Most directors would envy a debut as successful as Marc Webb's 2009 Golden Globe-nominated film, (500) Days of Summer. Webb then took a bit of a leap by following-up his rom-com with superhero blockbusters, The Amazing Spider-Man and its 2014 sequel. But success is fickle in this industry and, like many do, the filmmaker has gone from being handed a major franchise to taking on the new limited-release drama, Gifted.
Chris Evans trades in his Captain America uniform for a much simpler life as Frank Adler, a boat repairman raising his deceased sister's child, Mary (Mckenna Grace), who's firm understanding of advanced mathematics is a rarity. But as Frank pushes Mary towards a conventional childhood built on playing and making friends in the public school sector, rather than a taxing life of studying rigorous mathematics at a specialized institution, his mother (Lindsay Duncan) resurfaces and takes legal action with a custody battle over guardianship of the seven year-old girl.
As a professor of mathematics myself, Gifted's distinct premise certainly raised my interest. Marc Webb's latest work attempts to master the delicate balance between a hearty drama and frequent humor. Chris Evans' sarcastic delivery feels organic and newcomer McKenna Grace offers an impressive turn as well, however the entire cast ultimately becomes limited by a one-dimensional screenplay. At it's core, Gifted merely scratches the surface of its fundamental moral quandary regarding whether or not a truly exceptional child prodigy should be pushed towards a lifetime commitment of study and research as a duty to humanity, or if they're should also be entitled to a "normal" upbringing. But rather than tackling this issue head-on, Gifted tip-toes around the predicament with an overly sentimental examination of its story. Regrettably, co-stars Octavia Spencer and Jenny Slate find their talents wasted as expendable characters who are written into the script as obvious fillers. Yet. while Gifted does manage to boast a few tender moments of cinematic expression, they are far too sporadic to withstand a fatally flawed screenplay from writer Tom Flynn.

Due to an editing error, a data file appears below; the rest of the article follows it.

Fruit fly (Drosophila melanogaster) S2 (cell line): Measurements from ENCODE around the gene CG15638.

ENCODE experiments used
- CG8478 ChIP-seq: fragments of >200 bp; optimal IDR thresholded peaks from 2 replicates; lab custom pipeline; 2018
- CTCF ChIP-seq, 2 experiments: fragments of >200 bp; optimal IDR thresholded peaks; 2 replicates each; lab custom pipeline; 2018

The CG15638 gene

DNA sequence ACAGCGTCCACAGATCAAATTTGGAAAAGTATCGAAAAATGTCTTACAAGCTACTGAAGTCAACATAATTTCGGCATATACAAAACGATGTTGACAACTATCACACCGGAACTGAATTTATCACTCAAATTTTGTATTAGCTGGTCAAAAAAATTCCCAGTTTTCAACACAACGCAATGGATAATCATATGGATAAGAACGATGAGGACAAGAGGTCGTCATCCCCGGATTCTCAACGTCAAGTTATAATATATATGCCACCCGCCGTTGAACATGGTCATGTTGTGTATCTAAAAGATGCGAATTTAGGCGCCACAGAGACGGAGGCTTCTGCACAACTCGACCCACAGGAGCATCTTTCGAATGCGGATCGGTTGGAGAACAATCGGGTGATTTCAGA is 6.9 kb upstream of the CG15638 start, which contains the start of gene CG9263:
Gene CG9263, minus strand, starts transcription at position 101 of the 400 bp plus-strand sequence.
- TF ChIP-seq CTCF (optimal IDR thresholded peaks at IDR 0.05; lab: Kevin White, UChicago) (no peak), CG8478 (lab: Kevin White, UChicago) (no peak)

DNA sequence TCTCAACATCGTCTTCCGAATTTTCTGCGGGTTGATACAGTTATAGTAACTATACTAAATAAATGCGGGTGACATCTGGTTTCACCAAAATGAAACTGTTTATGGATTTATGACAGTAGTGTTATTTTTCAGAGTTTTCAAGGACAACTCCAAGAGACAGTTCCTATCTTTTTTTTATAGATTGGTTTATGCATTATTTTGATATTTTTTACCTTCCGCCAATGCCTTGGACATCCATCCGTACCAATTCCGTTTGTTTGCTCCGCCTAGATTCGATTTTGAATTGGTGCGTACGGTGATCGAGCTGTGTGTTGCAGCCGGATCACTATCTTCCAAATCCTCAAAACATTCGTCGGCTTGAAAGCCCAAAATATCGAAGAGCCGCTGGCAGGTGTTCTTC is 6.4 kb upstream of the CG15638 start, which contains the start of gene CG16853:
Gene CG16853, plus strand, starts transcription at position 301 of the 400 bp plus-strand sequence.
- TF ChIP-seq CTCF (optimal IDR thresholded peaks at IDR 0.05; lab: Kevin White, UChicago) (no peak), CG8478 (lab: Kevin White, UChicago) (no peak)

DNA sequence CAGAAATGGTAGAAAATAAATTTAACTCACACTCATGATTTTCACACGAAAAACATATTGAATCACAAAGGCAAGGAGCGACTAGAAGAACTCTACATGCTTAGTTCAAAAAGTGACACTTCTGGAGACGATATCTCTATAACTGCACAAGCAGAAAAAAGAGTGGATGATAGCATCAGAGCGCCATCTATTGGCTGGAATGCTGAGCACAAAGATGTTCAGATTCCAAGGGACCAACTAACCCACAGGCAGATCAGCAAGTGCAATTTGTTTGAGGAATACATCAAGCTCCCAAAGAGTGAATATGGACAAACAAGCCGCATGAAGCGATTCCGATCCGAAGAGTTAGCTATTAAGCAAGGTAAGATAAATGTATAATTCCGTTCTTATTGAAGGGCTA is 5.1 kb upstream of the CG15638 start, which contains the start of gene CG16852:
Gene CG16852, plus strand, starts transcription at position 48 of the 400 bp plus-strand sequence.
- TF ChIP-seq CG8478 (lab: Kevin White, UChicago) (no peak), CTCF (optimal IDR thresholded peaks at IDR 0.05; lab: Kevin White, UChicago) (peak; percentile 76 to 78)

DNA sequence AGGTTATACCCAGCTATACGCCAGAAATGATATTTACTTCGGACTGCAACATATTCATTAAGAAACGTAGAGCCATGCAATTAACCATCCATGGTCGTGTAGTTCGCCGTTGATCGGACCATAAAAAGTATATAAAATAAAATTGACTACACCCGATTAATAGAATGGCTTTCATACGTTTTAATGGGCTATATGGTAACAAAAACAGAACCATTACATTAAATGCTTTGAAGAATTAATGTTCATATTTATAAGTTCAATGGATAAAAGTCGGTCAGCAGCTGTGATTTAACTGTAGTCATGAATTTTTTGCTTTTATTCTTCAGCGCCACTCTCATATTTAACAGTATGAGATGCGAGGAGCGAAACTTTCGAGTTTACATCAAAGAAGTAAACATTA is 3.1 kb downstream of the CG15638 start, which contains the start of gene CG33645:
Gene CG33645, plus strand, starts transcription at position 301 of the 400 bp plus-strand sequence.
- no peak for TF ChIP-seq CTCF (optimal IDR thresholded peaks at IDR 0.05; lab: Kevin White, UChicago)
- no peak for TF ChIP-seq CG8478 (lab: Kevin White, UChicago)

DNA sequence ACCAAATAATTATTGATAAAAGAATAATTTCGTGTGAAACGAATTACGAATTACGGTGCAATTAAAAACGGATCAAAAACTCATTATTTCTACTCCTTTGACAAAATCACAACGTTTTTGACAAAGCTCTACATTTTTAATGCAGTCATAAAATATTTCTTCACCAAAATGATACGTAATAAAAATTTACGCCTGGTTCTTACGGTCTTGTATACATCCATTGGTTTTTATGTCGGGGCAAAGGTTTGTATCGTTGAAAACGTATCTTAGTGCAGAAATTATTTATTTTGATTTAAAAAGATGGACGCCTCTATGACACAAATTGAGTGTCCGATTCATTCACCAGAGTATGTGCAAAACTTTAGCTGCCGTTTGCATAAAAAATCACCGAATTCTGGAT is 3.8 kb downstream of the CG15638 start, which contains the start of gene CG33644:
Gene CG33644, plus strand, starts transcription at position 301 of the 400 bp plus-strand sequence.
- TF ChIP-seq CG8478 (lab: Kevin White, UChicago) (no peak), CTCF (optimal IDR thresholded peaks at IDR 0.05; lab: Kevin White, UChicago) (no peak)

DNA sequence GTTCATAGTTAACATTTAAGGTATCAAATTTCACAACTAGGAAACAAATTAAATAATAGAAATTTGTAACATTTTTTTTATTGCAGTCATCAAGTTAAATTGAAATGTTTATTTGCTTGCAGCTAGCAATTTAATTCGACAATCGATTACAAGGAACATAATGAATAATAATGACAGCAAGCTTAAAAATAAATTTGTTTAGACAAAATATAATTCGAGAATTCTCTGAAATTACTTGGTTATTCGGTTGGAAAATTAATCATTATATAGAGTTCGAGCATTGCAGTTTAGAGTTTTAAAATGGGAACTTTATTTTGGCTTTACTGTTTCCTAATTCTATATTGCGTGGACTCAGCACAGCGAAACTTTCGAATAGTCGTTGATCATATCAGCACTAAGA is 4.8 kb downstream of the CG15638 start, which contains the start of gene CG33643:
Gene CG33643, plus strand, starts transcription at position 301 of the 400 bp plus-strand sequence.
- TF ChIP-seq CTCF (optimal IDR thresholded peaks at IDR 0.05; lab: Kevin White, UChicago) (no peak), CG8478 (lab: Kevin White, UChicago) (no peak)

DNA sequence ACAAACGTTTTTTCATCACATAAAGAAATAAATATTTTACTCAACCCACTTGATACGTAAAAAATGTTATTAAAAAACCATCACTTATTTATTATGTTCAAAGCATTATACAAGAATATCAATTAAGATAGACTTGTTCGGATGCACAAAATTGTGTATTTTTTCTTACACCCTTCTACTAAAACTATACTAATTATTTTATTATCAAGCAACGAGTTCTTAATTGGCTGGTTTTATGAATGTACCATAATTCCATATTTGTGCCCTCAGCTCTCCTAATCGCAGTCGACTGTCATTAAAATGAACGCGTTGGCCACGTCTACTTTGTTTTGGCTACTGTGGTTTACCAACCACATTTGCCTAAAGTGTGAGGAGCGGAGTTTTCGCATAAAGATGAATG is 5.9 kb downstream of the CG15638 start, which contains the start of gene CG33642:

Stars: 2 stars out of 4
One of the strangest and most original stories out of this year's SXSW festival comes from none other than Nacho Vigalondo. And although his film has enjoyed a nice little run on the festival circuit, with a premiere in Toronto and an inclusion at Sundance, Colossal finally finds a limited theatrical release in select cities later this month. Vigalondo teams his unconventional comedy tale with the fully committed talents of Oscar-winner Anne Hathaway and Jason Sudeikis in this truly limitless story.
After losing her job and being kicked out of her boyfriend's apartment, Gloria (Hathaway) is forced to bite the bullet and move back to her hometown. Upon her return she runs into Oscar (Sudeikis), a former classmate and current bar owner who offers Gloria a job at his establishment to try and help her get back on her feet. But as her work life transitions into after-hours binge drinking, Gloria soon discovers an unexplained connection between her and a giant monster that's been terrorizing the citizens of South Korea.
If the premise of Colossal sounds absolutely absurd, it's because it undoubtedly is. However, the clever metaphor created by Nacho Vigalondo surrounding the monster we can become when we've had one too many to drink screams originality. However, Vigalondo's clear aptitude for conjuring up a new and fresh idea becomes soured by the film's tone-deaf delivery. Colossal cycles around moments of comedy, romance, action and drama with reckless abandon, unsure of what it wants to be and how it should get there. The effort works best as a comedy, but completely spins off the rails in a gritty third act that trades its laughs for a superhero-like finale that Hathaway against an unsuspecting foe. Colossal possesses so much promise from a creative standpoint, allowing me to believe that Nacho Vigalondo has plenty more left in the tank. Yet, despite immensely committed performances from Hathaway and Sudeikis, Colossal remains too scatter-brained and unfocused to delivery the knockout punch that Vigalondo is desperately going for.
Stars: 2 stars out of 4